By Frank Kenna
Despite an excellent long-term airline industry safety record of improvement, this year may the worst in the past 5 years for crashes world-wide, according to an article in the Thursday edition of The Wall Street Journal.
How could that be? Well, the number of fatal crashes has dropped dramatically over the past 50 years as the above chart shows. But so far this year, there have been 13 fatal crashes compared 10 for the entire 12 months of 2009. It seems that safety has gotten so good over the years that there’s just not a lot more room for improvement.
Workplace safety has also made great strides over the years, but not quite so dramatic as the airline industry. For example, data from the Center for Disease Control website shows that from 1933 through 1997, deaths from unintentional work-related injuries declined 90%.
Has all the low-hanging fruit been picked? At what point is it not worth investment of “the next dollar” to prevent further accidents? Based on my observation of industry safety groups and our customers, safety communications and investment is still very much worth it. The thought of losing even one preventable serious injury or death drives us all to go the extra mile.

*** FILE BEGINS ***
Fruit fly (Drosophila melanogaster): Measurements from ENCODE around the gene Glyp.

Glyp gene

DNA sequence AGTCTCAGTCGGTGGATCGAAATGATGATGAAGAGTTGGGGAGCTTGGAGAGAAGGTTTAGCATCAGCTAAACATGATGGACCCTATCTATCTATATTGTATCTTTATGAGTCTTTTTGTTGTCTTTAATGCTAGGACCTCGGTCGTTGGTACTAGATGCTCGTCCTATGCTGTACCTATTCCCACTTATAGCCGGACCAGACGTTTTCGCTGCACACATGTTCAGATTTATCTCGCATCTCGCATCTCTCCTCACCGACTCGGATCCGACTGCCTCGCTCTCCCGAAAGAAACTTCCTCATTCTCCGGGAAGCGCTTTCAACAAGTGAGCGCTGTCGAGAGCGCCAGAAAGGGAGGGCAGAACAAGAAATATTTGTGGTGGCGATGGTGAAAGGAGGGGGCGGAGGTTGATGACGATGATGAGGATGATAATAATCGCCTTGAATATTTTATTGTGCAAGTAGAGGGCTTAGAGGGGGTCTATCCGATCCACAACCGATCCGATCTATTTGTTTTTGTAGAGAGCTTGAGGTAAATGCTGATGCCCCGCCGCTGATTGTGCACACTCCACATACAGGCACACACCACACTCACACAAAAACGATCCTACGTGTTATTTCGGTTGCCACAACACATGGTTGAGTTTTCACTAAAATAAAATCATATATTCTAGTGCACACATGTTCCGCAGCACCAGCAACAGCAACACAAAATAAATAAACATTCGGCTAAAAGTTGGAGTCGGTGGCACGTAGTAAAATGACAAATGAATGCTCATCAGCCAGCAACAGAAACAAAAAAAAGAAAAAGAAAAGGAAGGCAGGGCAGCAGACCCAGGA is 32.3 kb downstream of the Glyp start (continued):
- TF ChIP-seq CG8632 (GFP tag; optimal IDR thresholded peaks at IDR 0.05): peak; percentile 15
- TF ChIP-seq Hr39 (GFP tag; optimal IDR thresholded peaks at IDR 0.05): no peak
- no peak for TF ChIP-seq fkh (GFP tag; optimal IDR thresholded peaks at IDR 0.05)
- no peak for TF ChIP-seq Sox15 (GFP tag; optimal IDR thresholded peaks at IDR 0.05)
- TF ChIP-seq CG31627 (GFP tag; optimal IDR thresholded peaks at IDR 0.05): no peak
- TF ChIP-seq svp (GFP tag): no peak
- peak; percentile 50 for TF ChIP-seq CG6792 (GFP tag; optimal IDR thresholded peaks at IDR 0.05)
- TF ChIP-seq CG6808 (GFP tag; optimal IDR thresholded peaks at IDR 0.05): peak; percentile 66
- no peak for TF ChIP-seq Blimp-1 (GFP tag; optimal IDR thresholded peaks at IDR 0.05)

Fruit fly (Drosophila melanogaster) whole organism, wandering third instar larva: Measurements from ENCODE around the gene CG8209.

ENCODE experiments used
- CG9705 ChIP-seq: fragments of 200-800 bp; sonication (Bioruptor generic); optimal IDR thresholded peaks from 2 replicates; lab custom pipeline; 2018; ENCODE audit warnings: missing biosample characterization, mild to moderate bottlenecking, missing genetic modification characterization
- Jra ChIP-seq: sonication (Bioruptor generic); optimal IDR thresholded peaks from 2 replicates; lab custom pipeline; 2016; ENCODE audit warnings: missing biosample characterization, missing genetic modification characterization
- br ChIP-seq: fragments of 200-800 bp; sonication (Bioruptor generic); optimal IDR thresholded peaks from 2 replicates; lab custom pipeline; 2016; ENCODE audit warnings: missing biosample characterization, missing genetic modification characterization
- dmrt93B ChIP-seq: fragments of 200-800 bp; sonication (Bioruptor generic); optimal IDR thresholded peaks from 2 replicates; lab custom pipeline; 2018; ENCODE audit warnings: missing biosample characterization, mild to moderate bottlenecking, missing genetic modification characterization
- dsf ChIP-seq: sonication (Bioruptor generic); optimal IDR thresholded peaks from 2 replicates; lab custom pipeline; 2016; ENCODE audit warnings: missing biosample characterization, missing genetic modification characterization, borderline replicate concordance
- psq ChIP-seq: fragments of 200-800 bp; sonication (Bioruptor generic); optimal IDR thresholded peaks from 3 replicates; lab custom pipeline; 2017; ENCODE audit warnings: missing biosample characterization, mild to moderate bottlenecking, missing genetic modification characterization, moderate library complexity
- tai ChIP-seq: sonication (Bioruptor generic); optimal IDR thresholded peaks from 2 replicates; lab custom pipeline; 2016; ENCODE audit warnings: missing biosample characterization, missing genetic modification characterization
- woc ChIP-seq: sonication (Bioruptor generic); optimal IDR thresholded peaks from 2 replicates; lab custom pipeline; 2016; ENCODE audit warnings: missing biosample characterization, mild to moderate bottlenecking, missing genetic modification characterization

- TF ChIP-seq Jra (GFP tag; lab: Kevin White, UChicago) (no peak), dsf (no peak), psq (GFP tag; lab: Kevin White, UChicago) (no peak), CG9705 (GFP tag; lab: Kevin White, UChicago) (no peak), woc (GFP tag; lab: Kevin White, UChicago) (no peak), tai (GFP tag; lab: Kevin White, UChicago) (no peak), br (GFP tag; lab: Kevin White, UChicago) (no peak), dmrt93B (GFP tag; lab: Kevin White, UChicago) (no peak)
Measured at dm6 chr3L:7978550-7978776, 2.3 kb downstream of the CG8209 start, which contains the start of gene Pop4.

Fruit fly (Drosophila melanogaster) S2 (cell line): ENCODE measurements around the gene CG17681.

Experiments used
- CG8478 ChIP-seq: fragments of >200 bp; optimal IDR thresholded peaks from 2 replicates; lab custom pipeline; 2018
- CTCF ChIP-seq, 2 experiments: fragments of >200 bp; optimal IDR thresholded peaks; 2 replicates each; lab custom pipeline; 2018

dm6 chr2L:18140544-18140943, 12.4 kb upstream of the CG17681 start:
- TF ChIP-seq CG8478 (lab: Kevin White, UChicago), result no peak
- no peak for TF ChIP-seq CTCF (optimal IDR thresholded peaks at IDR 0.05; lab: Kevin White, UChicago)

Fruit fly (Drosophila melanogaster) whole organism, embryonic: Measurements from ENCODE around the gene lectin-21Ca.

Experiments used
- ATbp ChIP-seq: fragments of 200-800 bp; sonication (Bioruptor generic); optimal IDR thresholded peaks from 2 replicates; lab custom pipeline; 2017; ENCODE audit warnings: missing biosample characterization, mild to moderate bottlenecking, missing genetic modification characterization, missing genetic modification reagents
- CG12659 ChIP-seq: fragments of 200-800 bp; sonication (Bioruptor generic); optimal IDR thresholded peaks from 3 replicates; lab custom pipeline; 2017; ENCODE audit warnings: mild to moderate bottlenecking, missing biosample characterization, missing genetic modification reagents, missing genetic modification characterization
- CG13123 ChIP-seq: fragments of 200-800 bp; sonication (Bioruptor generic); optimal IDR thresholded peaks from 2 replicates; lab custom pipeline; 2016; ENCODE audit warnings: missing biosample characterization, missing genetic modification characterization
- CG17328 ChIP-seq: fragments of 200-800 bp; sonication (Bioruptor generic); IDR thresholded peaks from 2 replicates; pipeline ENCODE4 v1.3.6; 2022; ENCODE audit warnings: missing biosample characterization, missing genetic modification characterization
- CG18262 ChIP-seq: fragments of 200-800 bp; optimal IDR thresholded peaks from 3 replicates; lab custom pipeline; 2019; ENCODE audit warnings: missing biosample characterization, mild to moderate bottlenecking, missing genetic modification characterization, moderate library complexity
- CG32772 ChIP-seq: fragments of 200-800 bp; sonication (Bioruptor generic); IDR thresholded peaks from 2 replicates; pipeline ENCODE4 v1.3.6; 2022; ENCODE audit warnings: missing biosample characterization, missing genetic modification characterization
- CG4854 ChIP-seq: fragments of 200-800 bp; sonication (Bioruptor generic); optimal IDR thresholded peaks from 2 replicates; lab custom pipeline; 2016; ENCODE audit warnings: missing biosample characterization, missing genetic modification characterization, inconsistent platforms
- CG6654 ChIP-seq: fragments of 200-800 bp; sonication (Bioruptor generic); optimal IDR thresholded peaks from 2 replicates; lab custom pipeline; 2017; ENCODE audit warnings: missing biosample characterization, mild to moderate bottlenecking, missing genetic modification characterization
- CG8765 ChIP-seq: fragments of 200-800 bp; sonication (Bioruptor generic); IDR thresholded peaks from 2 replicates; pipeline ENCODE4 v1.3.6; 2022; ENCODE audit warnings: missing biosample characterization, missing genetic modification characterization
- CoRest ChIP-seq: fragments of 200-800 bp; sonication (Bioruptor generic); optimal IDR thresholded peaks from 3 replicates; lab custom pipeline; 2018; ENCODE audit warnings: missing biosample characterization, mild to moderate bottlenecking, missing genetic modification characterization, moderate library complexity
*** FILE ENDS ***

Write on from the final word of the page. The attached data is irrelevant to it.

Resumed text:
When is it “good enough?” Here’s a good idea from Canada: The Workplace Safety and Insurance Board’s “Road to Zero” is a strategic plan for 2008-2012 that aims to achieve zero fatalities, injuries and illnesses in Canadian workplaces. Is zero really possible? It’s certainly a great goal.
Chart: The Wall Street Journal, 9/2/10, p D1